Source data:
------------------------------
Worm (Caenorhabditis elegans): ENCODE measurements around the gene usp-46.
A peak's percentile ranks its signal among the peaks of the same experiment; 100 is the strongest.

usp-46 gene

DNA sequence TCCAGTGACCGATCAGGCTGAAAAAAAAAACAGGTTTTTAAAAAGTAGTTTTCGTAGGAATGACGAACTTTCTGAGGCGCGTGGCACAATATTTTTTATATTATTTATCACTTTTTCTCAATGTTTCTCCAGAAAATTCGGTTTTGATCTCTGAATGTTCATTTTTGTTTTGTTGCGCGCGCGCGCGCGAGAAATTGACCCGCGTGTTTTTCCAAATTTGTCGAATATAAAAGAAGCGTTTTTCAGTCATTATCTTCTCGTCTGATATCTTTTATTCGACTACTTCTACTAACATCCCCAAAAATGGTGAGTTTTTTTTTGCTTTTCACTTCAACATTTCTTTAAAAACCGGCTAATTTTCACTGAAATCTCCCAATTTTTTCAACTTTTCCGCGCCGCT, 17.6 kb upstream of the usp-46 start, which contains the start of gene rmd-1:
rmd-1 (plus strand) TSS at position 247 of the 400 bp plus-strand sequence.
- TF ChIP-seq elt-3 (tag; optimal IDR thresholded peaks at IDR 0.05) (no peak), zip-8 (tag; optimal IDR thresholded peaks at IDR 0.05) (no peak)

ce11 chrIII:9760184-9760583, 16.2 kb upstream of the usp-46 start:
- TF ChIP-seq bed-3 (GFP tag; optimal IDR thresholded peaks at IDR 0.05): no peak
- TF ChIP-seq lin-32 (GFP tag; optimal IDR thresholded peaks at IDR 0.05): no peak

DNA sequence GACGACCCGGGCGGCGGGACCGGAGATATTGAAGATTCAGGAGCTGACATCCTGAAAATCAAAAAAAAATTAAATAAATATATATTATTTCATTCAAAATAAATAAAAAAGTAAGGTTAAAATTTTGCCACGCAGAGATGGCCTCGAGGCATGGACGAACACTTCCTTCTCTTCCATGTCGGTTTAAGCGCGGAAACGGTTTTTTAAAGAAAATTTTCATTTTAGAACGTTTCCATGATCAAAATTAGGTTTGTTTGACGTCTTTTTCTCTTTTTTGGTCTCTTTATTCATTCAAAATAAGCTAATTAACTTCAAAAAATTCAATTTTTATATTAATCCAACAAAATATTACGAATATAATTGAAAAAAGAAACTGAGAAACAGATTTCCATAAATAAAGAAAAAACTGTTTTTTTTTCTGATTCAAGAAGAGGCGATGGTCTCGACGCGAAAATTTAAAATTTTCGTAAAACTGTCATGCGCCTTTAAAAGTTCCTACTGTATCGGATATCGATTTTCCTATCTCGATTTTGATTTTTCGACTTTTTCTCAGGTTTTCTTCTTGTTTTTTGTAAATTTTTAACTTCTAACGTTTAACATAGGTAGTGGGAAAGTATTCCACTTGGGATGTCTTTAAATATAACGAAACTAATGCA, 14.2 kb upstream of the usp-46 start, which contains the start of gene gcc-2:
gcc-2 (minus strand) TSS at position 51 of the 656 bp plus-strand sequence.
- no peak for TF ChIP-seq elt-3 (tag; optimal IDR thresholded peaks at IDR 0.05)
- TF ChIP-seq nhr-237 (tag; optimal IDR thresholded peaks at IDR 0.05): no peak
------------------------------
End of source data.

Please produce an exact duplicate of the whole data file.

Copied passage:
Worm (Caenorhabditis elegans): ENCODE measurements around the gene usp-46.
A peak's percentile ranks its signal among the peaks of the same experiment; 100 is the strongest.

usp-46 gene

DNA sequence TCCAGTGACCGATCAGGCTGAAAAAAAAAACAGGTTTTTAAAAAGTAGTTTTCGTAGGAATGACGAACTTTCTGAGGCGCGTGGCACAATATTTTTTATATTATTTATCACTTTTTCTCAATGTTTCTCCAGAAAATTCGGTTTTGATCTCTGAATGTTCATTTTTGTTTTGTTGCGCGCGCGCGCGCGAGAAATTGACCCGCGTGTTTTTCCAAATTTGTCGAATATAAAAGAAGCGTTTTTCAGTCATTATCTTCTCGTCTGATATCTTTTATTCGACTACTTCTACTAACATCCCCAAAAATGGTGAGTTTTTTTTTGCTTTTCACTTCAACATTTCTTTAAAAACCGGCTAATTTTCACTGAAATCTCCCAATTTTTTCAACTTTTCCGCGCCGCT, 17.6 kb upstream of the usp-46 start, which contains the start of gene rmd-1:
rmd-1 (plus strand) TSS at position 247 of the 400 bp plus-strand sequence.
- TF ChIP-seq elt-3 (tag; optimal IDR thresholded peaks at IDR 0.05) (no peak), zip-8 (tag; optimal IDR thresholded peaks at IDR 0.05) (no peak)

ce11 chrIII:9760184-9760583, 16.2 kb upstream of the usp-46 start:
- TF ChIP-seq bed-3 (GFP tag; optimal IDR thresholded peaks at IDR 0.05): no peak
- TF ChIP-seq lin-32 (GFP tag; optimal IDR thresholded peaks at IDR 0.05): no peak

DNA sequence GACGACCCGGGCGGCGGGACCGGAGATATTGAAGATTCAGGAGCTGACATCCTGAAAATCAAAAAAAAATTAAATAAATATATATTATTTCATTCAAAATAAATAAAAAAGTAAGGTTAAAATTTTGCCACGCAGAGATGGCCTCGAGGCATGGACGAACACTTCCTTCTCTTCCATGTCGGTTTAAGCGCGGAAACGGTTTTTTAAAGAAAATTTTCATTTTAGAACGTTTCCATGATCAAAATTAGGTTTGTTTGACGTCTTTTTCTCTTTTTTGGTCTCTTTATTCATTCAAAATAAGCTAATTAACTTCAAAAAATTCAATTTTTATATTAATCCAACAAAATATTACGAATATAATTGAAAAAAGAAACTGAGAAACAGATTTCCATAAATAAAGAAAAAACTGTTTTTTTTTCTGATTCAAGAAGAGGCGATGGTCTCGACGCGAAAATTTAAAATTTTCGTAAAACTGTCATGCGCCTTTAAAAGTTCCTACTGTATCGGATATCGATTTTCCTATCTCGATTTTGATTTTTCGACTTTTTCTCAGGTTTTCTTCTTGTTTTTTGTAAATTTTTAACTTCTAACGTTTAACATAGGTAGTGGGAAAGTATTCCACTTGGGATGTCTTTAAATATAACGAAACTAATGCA, 14.2 kb upstream of the usp-46 start, which contains the start of gene gcc-2:
gcc-2 (minus strand) TSS at position 51 of the 656 bp plus-strand sequence.
- no peak for TF ChIP-seq elt-3 (tag; optimal IDR thresholded peaks at IDR 0.05)
- TF ChIP-seq nhr-237 (tag; optimal IDR thresholded peaks at IDR 0.05): no peak